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11-Year-Old Girl Knew How To Escape Kidnapping Suspect Because of ‘Law And Order: SVU’
Alyssa Bonal’s heroic escape even captured the attention of “Law & Order: SVU” star Mariska Hargitay who wrote on social media that she was “honored” to be part of the story and called Alyssa “one BRAVE, Strong and Smart young woman.”
Amber Bonal credited her daughter’s quick thinking—and crime scene knowledge from watching “Law and Order: SVU”—for being able to escape her would-be kidnapper and leave behind the evidence needed to catch her attacker.
Bonal’s 11-year-old daughter Alyssa Bonal was making her own homemade blue slime while waiting for the school bus Tuesday morning when a man, wielding a knife, grabbed her and tried to carry her toward his waiting car.
But Alyssa managed to fight off her attacker and trip him, allowing her to break free and run away in a harrowing escape captured on video.
Escambia County Sheriff Chip W. Simmons said at a press conference Tuesday night that Alyssa had also managed to leave behind some unique evidence of her own: the blue slime. Traces of the substance were still on her alleged attacker, 30-year-old Jared Paul Stanga, when he was arrested later that day, according to Simmons and an arrest report obtained by Oxygen.com.
Amber told The Pensacola News Journal her daughter ran back home after the attack and told her she had purposely tried to leave the evidence behind.
“Her first words were, 'Somebody tried to kidnap me. He grabbed me by my throat and he had a knife.' She said she was able to kick and she tripped him and freed herself," Amber told the outlet. "She said, 'Mom, I had to leave some sort of evidence behind, like on Law & Order: SVU.' We've watched probably every episode on Hulu. She's a smart cookie, she thinks on her toes. She got that slime everywhere."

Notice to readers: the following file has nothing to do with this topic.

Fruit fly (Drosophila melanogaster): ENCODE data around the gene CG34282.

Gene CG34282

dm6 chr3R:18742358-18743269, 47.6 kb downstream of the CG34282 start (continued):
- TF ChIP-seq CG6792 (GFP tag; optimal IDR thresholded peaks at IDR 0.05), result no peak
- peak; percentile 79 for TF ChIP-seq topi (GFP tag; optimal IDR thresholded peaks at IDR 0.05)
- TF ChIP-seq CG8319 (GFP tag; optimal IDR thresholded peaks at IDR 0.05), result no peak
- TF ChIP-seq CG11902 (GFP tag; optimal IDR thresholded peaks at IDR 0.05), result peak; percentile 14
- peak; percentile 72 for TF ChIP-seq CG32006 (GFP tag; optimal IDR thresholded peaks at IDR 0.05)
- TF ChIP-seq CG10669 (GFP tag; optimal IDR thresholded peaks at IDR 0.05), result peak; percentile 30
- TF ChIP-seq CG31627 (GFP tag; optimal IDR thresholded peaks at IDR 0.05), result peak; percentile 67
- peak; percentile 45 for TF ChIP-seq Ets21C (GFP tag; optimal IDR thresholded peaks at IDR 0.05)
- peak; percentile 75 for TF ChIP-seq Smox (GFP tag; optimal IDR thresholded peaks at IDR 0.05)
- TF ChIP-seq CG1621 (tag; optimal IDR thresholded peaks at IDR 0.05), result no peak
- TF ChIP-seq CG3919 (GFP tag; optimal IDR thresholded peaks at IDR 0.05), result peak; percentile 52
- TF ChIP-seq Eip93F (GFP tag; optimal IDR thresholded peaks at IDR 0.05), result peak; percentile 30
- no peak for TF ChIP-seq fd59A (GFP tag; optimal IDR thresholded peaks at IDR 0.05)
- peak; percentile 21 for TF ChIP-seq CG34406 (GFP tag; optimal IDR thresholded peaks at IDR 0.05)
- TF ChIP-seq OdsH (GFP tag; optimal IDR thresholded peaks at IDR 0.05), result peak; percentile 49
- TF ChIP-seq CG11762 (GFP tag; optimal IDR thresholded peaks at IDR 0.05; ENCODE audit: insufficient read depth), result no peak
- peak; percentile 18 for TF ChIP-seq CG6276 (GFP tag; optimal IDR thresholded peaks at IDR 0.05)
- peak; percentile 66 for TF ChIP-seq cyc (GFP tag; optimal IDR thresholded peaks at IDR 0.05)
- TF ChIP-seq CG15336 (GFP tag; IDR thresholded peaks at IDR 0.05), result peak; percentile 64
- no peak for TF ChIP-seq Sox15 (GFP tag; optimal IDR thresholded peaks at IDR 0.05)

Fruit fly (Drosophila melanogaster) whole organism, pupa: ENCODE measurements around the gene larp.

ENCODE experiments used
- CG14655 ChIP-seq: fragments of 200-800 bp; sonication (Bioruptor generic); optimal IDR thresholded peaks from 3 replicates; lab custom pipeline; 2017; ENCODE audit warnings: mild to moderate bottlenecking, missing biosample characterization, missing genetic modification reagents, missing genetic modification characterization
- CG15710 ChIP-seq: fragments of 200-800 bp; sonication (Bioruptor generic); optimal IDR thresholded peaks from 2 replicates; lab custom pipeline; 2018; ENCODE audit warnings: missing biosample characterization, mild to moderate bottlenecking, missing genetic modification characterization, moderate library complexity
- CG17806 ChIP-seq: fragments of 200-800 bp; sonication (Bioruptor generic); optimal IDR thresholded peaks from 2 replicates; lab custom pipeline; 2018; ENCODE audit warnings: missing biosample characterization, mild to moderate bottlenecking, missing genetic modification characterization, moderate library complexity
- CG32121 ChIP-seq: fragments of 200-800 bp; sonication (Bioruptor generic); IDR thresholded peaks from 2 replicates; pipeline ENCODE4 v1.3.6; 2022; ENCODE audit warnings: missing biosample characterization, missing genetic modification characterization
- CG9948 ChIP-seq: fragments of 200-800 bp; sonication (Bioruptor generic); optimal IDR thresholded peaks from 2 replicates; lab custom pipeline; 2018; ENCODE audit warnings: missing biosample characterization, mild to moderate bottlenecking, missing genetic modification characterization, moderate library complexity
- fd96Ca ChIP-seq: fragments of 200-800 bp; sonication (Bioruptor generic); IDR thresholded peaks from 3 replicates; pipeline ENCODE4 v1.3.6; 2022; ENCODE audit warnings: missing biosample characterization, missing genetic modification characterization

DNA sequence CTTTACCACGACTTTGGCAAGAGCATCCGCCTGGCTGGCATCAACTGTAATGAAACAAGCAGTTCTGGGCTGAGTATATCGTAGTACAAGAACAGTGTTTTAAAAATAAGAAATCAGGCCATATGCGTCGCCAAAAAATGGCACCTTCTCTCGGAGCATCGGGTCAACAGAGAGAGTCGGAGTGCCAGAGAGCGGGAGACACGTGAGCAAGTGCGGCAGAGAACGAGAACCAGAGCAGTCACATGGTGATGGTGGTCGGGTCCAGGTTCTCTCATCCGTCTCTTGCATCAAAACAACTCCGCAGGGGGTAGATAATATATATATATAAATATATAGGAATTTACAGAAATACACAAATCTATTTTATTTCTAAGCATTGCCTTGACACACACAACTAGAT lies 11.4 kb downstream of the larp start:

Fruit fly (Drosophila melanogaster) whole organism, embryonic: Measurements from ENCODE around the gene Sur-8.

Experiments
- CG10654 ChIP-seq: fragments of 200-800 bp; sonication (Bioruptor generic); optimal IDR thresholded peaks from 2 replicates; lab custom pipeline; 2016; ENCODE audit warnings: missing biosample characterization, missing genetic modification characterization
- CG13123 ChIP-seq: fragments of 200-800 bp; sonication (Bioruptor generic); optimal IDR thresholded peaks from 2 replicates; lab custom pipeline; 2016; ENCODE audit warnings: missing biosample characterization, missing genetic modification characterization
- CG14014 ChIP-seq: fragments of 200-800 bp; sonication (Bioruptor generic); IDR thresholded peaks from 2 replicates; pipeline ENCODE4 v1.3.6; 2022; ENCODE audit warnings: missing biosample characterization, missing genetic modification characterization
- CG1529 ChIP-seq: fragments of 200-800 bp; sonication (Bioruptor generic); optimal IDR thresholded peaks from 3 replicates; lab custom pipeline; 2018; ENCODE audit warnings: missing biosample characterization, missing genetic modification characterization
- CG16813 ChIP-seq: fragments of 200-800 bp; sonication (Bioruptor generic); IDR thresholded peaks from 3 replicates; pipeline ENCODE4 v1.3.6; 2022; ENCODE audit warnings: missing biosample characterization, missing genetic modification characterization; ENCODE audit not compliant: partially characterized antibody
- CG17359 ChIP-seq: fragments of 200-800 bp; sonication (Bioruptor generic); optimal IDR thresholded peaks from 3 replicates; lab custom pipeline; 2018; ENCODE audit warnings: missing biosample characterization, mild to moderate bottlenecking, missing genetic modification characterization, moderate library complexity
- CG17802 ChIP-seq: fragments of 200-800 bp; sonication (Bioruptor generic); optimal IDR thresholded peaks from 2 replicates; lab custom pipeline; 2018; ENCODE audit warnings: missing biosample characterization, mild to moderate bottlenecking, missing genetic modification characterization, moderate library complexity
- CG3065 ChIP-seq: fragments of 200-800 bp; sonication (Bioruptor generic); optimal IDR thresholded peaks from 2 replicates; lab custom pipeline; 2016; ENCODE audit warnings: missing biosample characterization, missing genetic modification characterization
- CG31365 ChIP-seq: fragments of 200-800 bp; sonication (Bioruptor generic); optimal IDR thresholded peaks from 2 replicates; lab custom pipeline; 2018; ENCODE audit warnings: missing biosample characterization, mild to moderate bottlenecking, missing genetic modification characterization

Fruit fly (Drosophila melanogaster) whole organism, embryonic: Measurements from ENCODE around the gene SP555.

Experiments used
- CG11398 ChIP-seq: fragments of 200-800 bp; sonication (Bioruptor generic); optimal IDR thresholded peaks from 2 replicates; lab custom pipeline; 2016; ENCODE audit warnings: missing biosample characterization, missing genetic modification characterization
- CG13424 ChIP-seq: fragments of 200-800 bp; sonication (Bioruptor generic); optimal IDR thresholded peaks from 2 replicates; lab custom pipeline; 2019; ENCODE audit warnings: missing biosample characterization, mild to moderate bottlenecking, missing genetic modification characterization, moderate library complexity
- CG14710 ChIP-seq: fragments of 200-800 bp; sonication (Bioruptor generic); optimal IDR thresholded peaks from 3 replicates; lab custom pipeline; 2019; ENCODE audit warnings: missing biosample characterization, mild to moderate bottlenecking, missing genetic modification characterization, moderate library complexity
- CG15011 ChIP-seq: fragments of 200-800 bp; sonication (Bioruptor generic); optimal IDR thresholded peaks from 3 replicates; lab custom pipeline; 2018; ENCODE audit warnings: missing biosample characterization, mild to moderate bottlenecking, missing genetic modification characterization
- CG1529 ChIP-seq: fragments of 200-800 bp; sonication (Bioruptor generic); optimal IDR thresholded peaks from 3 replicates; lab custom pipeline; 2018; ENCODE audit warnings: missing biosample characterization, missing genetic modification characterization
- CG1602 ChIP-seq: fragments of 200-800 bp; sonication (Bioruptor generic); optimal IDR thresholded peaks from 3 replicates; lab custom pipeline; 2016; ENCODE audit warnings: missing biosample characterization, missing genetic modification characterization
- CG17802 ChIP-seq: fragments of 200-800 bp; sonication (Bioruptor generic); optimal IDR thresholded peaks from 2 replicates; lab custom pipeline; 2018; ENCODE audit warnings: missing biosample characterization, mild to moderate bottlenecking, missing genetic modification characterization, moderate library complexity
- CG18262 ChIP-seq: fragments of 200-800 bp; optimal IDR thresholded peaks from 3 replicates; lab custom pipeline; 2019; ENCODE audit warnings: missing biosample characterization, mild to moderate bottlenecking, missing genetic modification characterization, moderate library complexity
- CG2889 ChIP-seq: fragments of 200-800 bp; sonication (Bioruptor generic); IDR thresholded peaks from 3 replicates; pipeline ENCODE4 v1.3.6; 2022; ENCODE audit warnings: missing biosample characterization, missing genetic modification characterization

Alyssa’s heroic actions have even captured the attention of “Law & Order: SVU” star Mariska Hargitay, who commended Alyssa in an Instagram post Thursday.
“Alyssa, first and most important, I am so relieved and grateful to know that you are safe. And I am so honored to be part of your incredible story. You are one BRAVE, Strong and Smart young woman,” she wrote.
Hargitay said the show may even need to incorporate Alyssa’s tactics into their own crime-fighting strategies.
“I think the SVU squad might have to add slime to their crimefighting gear! Take good care of yourself and each other,” she said, signing the message with “With all my love, your number one fan, Mariska.”
It wasn’t just the slime that led authorities to their suspect. Authorities were also able to track the white SUV seen in surveillance video footage from the attack to a local convenience store, where investigators said Stanga typed in his phone number to use a store rewards card, according to the report.
They arrested him later that day after noting that Stanga’s vehicle had been freshly painted, authorities said. His attorney, however, has questioned in court whether authorities arrested the right man. He says Alyssa initially described her attacker as a Hispanic male, while Stanga is white.
Amber, 30, told the local newspaper she had been planning to walk her daughter to the bus stop that day but just as they were leaving the house, her 18-month-old daughter Jazzlyn needed a diaper change. She told Alyssa to go ahead to the bus stop and she’d catch up, but the abduction attempt happened before she made it to the busy intersection.